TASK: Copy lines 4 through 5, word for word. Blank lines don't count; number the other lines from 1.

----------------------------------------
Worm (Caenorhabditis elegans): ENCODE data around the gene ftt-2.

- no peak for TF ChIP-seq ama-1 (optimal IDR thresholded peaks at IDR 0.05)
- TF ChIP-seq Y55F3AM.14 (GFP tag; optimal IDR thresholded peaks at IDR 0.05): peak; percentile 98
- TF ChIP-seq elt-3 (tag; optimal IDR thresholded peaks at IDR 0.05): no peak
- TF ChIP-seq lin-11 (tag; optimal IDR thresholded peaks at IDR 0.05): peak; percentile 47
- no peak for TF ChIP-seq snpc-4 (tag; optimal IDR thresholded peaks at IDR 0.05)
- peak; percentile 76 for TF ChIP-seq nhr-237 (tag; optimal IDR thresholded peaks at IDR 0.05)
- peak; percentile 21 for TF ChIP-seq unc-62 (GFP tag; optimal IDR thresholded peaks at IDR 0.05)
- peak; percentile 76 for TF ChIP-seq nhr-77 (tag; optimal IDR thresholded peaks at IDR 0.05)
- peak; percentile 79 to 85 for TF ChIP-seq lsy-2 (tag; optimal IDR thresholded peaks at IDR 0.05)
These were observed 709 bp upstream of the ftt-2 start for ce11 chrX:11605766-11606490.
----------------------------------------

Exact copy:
- TF ChIP-seq elt-3 (tag; optimal IDR thresholded peaks at IDR 0.05): no peak
- TF ChIP-seq lin-11 (tag; optimal IDR thresholded peaks at IDR 0.05): peak; percentile 47